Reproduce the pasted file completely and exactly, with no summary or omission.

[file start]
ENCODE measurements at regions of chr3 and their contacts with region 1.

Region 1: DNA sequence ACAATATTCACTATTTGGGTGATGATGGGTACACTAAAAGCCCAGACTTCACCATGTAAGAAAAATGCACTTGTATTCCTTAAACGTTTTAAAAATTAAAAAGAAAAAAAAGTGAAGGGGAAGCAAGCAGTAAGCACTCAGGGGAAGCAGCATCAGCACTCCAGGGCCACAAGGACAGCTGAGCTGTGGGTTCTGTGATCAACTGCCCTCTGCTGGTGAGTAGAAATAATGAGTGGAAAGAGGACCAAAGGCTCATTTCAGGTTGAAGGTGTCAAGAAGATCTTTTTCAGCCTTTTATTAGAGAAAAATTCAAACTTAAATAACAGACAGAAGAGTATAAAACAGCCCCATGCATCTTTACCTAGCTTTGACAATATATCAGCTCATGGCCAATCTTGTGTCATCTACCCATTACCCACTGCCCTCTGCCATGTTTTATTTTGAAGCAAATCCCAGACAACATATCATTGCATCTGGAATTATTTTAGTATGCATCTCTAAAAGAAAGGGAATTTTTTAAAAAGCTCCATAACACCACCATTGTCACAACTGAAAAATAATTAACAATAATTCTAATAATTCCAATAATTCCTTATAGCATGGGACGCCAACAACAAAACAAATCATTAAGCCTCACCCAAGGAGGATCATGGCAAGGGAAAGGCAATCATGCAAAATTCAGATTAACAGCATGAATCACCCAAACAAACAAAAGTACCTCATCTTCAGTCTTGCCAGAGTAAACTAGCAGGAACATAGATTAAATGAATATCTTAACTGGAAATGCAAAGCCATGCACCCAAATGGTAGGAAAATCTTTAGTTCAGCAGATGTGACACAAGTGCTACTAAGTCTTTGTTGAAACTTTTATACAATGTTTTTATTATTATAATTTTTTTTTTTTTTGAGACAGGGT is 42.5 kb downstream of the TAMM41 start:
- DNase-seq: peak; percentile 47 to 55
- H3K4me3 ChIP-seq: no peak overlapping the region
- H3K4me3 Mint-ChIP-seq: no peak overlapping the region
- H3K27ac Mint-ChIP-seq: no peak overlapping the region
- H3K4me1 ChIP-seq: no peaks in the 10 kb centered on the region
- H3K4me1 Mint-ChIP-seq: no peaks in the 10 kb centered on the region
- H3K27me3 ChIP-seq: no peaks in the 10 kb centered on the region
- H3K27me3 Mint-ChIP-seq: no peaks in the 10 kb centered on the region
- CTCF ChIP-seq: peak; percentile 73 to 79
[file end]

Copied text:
ENCODE measurements at regions of chr3 and their contacts with region 1.

Region 1: DNA sequence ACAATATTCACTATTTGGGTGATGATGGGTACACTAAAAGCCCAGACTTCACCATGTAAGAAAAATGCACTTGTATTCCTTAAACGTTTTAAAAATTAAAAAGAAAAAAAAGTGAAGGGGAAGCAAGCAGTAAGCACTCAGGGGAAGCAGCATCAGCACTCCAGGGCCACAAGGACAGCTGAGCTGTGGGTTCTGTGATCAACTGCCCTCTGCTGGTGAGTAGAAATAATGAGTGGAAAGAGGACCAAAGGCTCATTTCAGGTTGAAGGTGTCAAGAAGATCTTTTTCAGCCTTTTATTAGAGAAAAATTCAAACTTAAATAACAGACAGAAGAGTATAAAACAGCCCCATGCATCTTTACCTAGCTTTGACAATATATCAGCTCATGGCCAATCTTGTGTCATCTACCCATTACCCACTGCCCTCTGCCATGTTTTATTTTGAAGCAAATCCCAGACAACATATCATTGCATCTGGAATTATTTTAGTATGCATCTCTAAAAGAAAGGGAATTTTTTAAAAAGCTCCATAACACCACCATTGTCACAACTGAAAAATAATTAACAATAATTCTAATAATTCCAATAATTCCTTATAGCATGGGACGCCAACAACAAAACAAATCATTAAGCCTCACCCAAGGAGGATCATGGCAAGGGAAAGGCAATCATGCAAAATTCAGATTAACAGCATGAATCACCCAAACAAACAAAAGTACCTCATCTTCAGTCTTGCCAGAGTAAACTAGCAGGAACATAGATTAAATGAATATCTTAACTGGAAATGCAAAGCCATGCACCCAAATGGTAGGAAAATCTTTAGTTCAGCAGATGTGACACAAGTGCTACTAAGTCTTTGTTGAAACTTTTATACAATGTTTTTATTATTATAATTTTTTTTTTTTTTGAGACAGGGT is 42.5 kb downstream of the TAMM41 start:
- DNase-seq: peak; percentile 47 to 55
- H3K4me3 ChIP-seq: no peak overlapping the region
- H3K4me3 Mint-ChIP-seq: no peak overlapping the region
- H3K27ac Mint-ChIP-seq: no peak overlapping the region
- H3K4me1 ChIP-seq: no peaks in the 10 kb centered on the region
- H3K4me1 Mint-ChIP-seq: no peaks in the 10 kb centered on the region
- H3K27me3 ChIP-seq: no peaks in the 10 kb centered on the region
- H3K27me3 Mint-ChIP-seq: no peaks in the 10 kb centered on the region
- CTCF ChIP-seq: peak; percentile 73 to 79